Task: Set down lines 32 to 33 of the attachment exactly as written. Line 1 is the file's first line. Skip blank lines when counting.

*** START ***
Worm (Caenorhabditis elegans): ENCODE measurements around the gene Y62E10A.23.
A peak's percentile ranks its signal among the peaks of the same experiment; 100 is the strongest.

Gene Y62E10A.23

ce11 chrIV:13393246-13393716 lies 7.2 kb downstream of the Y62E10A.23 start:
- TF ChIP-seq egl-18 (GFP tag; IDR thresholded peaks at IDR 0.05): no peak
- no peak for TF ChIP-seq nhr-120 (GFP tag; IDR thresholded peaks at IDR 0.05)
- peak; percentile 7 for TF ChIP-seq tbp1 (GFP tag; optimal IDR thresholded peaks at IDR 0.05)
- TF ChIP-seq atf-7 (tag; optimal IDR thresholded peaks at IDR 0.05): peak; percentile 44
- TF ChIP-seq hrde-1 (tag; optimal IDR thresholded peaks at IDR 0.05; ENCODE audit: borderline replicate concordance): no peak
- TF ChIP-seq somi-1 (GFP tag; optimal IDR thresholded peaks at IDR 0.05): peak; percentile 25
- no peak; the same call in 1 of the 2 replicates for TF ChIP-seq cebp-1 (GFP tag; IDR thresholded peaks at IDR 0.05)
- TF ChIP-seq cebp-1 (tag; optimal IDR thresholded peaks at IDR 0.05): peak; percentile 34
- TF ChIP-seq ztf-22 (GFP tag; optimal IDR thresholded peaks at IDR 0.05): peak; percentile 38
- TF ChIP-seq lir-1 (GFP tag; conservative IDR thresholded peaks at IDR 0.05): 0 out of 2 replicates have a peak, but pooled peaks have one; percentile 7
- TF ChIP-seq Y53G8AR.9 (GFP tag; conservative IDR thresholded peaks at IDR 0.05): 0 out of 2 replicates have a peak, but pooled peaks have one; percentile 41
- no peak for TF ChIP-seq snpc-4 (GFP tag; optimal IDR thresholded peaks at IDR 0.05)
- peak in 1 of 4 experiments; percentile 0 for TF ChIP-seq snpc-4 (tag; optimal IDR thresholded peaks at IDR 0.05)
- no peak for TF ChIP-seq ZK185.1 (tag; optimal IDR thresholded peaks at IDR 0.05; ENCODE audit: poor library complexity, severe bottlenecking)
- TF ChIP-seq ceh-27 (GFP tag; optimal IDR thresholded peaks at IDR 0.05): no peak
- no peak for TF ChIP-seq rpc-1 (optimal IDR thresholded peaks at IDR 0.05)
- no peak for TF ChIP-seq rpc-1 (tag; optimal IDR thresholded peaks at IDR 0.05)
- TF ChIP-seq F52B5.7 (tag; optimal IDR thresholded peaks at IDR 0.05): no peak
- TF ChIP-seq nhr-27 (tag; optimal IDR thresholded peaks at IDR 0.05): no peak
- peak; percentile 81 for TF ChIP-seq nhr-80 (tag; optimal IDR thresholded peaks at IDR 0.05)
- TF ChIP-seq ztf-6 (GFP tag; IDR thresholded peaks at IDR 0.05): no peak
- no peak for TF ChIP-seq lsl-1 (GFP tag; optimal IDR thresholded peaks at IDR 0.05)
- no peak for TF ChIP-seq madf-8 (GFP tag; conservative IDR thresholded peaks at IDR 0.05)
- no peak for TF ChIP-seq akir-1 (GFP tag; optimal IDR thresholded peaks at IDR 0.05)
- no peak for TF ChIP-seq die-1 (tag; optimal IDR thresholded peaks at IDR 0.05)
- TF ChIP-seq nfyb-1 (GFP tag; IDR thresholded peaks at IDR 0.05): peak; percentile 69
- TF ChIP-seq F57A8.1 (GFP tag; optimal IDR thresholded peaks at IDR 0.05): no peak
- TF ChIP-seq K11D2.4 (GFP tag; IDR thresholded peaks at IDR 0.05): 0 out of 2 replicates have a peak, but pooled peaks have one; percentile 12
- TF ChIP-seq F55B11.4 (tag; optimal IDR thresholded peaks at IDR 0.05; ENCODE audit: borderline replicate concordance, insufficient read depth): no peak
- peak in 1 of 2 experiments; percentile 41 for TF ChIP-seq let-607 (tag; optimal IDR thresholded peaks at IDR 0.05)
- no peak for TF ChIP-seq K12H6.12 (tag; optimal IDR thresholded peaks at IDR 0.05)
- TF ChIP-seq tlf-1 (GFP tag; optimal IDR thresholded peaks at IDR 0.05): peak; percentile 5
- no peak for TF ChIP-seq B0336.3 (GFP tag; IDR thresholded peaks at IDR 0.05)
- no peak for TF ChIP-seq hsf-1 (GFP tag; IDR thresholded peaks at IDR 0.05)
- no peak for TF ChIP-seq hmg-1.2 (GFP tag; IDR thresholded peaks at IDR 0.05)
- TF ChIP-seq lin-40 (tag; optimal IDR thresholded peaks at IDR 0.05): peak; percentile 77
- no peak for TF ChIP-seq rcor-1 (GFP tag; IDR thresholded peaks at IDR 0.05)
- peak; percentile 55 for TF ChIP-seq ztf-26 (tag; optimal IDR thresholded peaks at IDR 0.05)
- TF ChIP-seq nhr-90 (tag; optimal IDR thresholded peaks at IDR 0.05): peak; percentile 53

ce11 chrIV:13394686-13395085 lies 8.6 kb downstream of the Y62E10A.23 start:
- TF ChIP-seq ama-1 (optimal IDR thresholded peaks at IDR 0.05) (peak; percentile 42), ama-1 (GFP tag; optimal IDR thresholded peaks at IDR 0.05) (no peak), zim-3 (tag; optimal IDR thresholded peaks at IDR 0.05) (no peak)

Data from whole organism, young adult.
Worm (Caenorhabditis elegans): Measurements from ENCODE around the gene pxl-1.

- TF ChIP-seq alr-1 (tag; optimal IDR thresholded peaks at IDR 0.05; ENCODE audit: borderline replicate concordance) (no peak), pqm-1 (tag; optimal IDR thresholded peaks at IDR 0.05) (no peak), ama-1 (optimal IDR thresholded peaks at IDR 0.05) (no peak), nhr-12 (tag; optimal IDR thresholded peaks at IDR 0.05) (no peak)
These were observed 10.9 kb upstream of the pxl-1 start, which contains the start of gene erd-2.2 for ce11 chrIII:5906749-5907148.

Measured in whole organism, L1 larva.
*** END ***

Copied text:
- TF ChIP-seq K11D2.4 (GFP tag; IDR thresholded peaks at IDR 0.05): 0 out of 2 replicates have a peak, but pooled peaks have one; percentile 12
- TF ChIP-seq F55B11.4 (tag; optimal IDR thresholded peaks at IDR 0.05; ENCODE audit: borderline replicate concordance, insufficient read depth): no peak